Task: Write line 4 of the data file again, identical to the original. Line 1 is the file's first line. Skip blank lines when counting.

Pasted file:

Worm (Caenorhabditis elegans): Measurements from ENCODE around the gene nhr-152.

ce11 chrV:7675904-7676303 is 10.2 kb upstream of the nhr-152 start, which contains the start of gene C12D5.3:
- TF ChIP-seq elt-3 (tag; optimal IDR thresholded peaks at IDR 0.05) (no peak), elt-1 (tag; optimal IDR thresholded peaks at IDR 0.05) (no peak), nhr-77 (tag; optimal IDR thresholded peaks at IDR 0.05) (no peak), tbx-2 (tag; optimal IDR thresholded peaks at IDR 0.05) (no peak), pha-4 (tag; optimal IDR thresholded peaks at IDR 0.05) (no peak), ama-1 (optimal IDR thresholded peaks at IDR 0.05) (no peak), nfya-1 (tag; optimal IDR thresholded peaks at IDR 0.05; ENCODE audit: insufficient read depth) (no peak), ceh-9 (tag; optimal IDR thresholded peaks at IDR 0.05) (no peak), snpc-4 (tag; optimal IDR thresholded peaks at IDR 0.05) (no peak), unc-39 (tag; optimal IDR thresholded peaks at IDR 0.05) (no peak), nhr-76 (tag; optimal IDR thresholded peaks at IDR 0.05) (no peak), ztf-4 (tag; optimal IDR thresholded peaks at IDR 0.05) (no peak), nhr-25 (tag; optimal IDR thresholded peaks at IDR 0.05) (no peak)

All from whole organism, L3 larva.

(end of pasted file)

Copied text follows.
All from whole organism, L3 larva.